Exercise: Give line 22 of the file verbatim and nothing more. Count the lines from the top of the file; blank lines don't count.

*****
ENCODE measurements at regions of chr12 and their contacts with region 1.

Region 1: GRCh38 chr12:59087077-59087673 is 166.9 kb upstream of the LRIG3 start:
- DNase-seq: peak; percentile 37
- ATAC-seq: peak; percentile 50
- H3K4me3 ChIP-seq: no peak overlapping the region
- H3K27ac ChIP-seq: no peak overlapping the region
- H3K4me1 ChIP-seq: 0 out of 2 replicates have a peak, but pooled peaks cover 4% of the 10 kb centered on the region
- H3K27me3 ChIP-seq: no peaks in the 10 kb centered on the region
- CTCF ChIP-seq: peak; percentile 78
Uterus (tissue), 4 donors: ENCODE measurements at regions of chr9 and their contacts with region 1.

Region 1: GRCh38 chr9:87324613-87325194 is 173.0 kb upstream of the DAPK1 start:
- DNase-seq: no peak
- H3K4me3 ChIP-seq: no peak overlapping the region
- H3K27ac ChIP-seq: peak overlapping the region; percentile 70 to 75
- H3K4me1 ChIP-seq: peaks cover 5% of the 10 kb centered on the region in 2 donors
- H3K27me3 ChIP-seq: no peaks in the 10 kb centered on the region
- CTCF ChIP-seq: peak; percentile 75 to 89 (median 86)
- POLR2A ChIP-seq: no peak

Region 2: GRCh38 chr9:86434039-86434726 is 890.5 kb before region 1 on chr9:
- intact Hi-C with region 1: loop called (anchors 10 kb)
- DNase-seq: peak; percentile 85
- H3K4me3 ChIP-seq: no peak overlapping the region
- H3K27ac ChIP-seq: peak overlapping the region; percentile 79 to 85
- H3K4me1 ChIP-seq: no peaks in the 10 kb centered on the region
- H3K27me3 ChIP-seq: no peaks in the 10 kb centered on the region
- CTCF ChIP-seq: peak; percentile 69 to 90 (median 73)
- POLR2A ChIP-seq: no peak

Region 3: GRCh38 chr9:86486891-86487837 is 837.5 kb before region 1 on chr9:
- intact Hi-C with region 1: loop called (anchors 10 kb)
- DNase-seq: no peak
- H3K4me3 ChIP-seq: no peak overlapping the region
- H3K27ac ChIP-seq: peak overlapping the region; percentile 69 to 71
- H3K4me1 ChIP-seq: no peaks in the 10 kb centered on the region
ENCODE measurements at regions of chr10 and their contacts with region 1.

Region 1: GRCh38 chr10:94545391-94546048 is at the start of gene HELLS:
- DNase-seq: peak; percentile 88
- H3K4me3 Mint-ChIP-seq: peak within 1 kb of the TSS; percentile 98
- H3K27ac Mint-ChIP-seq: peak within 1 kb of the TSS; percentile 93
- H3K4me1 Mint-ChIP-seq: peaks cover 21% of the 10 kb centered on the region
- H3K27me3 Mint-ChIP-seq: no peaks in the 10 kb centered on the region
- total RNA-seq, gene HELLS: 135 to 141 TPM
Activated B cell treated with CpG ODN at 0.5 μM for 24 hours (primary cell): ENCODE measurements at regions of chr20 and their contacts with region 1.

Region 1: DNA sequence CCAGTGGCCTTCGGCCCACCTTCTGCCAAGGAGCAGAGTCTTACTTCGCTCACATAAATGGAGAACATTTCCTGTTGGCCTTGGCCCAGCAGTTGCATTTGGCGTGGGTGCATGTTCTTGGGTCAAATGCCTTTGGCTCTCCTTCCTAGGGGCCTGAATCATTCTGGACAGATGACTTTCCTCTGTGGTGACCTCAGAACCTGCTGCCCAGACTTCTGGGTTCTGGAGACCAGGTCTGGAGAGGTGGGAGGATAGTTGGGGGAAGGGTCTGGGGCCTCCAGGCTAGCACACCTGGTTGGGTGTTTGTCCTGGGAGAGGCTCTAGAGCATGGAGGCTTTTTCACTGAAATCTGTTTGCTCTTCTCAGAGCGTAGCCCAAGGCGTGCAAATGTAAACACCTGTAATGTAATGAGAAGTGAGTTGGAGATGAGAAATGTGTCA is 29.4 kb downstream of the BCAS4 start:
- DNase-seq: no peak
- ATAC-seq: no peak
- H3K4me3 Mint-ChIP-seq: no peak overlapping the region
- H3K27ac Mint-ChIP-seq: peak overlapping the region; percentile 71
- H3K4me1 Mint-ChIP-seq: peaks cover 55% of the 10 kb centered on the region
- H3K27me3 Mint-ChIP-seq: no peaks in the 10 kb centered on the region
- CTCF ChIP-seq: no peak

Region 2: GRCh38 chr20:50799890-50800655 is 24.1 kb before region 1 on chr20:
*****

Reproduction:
- H3K4me3 ChIP-seq: no peak overlapping the region